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The University of Missouri Grapples With An Unsolved Health Care Puzzle for Grad Students

Rebecca Smith
Side Effects Public Media

When the University of Missouri temporarily canceled graduate student health insurance subsidies earlier this month, it highlighted a troublesome unintended consequence of the Affordable Care Act that may affect universities around the country.

University administrators made the unexpected announcement that they were reneging on promised $3000-per-year subsidies to graduate student employees on August 14. Then, they retracted this decision a week later in response to student outrage, promising to keep paying the subsidies for at least a year. But, the complicated issues behind the University of Missouri's original decision remain unresolved.

Credit Rebecca Smith / Side Effects Public Media
Side Effects Public Media
Over 500 graduate students gathered just days after their health insurance subsidies were originally canceled to discuss their healthcare options.

Some universities around the country may be at risk of steep fines from the IRS--$100 per student per day—because of the way they are subsidizing graduate students’ healthcare.

The issue comes down to difficulties in interpreting the Affordable Care Act, explains  Steven Bloom, the director of Federal Relations for the American Council on Education. Specifically it comes from a 2013 IRS interpretation of one provision in the ACA.

“[The IRS] were worried employers were going to avoid the employer mandate by giving money to employees [to] go out on the individual market and buy individual insurance,” Bloom says.

The employee mandate is a requirement that large companies must provide affordable healthcare for employees. It’s intended to benefit employees. But it may apply to graduate students because many of them are employed as graduate assistants.

According to Bloom, an IRS official gave "informal guidance" this past spring that implied universities that offered these types of policies to graduate students might be subject to the same penalties as other businesses that violate these regulations.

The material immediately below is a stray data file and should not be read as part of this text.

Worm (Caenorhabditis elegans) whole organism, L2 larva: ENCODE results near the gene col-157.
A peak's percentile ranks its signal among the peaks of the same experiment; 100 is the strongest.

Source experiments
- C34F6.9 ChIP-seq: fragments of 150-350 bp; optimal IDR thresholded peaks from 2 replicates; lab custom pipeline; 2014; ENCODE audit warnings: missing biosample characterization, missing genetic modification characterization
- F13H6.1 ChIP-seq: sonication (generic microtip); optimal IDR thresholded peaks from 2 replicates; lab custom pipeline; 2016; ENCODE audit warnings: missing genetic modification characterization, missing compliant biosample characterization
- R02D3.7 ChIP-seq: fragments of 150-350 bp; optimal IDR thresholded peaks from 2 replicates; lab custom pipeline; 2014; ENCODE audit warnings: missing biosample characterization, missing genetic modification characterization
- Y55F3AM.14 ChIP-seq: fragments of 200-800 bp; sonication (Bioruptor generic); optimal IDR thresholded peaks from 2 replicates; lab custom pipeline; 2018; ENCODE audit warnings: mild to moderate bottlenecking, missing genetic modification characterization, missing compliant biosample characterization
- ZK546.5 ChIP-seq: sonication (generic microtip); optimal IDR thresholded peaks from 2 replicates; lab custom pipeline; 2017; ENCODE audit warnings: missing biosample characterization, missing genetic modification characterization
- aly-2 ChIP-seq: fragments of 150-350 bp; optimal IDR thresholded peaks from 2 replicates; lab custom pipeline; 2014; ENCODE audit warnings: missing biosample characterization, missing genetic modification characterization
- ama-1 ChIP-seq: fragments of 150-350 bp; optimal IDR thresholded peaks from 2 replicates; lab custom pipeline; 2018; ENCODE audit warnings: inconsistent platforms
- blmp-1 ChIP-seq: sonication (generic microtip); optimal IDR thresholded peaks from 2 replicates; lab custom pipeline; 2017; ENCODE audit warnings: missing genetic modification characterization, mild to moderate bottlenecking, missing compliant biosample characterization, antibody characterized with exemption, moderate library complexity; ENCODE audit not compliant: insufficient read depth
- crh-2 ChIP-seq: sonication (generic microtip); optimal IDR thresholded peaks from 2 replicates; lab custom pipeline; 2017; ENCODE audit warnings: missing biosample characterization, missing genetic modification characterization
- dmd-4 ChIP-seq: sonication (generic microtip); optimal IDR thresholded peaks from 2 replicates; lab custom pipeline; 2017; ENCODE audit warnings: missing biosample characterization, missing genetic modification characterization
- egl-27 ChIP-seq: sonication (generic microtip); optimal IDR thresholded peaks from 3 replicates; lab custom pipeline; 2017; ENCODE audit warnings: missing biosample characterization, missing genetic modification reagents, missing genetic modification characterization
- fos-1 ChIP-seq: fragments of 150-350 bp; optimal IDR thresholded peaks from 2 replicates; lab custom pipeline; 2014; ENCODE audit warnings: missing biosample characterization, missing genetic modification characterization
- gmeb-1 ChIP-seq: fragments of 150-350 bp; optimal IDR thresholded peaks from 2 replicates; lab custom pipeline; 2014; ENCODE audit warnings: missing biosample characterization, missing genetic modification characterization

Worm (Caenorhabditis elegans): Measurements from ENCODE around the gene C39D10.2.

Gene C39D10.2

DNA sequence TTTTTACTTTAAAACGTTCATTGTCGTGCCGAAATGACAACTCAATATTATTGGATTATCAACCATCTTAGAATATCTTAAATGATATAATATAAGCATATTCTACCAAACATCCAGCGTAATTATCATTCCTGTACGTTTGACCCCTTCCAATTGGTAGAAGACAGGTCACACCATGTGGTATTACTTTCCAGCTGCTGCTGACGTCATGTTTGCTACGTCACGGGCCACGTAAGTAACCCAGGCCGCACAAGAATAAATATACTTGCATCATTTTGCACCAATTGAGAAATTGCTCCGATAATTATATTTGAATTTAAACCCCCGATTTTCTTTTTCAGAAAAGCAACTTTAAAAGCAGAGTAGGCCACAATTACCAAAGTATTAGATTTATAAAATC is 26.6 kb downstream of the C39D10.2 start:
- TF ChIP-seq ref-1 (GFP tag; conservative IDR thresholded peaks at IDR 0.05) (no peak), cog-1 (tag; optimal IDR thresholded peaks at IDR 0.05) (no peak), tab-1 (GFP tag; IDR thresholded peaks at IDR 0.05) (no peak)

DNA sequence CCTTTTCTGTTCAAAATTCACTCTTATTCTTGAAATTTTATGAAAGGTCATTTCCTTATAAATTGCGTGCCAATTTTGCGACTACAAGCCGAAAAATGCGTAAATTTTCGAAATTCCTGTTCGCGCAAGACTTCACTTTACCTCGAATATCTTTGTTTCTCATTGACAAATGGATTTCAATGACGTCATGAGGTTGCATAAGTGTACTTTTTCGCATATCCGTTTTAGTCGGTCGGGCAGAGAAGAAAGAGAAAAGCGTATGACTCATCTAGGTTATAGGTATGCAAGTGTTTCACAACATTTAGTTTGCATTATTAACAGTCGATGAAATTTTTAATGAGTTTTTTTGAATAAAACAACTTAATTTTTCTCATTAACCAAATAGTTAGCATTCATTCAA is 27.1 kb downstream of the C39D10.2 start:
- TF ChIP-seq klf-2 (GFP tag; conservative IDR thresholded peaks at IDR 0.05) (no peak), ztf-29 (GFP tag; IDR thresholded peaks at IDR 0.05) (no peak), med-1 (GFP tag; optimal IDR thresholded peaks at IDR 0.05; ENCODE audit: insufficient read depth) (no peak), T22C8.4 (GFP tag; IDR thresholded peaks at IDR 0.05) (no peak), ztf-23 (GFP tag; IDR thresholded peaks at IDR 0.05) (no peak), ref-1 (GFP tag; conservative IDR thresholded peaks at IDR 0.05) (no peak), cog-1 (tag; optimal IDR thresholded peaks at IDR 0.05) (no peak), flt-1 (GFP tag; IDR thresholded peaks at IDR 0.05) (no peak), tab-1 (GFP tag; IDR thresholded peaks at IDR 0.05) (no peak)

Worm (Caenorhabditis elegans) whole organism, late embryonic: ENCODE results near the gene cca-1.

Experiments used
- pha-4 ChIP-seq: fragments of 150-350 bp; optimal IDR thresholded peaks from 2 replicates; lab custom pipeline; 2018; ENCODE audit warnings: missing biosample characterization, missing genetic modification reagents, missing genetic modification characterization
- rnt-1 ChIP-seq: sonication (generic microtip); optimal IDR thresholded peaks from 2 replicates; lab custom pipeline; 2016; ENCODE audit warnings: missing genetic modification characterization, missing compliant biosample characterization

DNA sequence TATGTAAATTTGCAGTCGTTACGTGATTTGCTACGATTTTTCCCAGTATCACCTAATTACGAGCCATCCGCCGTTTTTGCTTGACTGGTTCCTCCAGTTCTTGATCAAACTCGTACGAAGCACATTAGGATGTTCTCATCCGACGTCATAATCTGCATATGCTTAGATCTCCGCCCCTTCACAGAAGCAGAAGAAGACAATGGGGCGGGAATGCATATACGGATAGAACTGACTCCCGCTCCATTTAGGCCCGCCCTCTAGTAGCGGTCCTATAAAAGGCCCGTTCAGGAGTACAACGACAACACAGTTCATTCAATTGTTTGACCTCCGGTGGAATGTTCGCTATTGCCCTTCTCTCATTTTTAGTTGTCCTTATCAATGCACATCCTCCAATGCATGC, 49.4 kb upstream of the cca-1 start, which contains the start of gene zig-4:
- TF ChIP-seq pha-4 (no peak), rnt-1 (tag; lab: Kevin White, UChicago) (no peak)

It’s common for research universities to give graduate students subsidies to pay for healthcare, Bloom says. So this guidance could potentially affect thousands of students across the country.

I think it's just a matter of unintended consequences

To make things more complicated, at the University of Missouri graduate students don’t have a group plan, but instead buy insurance through its student health insurance plan. Student plans like these are defined by the federal government as “individual health insurance.” 

Universities are grappling with this issue, though it’s still uncertain whether the IRS will ultimately apply fines or not. Bloom said his organization is trying to get more direct, clear guidance from the federal government.

He doesn’t think the IRS intended for this to happen.

Credit Rebecca Smith / Side Effects Public Media
Side Effects Public Media
A sign carried by a University of Missouri graduate student at the noontime rally held in support of graduate rights on August 26.

“They're not targeting the universities specifically,” Bloom says. “I think it’s just a matter of unintended consequences and I think we are all trying to figure out how schools could continue to do what they've always done in a way that's consistent with the law.”

Some graduate schools in the U.S. such as Louisiana State University have already made changes to their policies by canceling subsidies. Others are sitting back and waiting for clearer guidance from the federal government before they take action.

Bloom said the American Council on Education is working alongside the Council of Graduate Schools and the National Association for Graduate-Professional Students to get further guidance from the IRS, the Department of Health and Senior Services or the Department of the Treasury.

Meanwhile at the University of Missouri, grad students staged a walk-out on August 26 to demand the university find a long-term solution to this problem and commit to funding its grad students’ basic needs including assistance with childcare and housing.

Rebecca Smith is a reporter and producer for the KBIA Health & Wealth desk and Side Effects Public Media. She was born and raised in Rolla, Missouri, and graduated with degrees in Journalism and Chemistry from Truman State University in May 2014. Rebecca comes to KBIA from St. Louis Public Radio, where she worked as the news intern and covered religion, neighborhood growth and the continued unrest in Ferguson, Missouri. Aside from her work, she is partial to long runs, good books and nerdy television shows.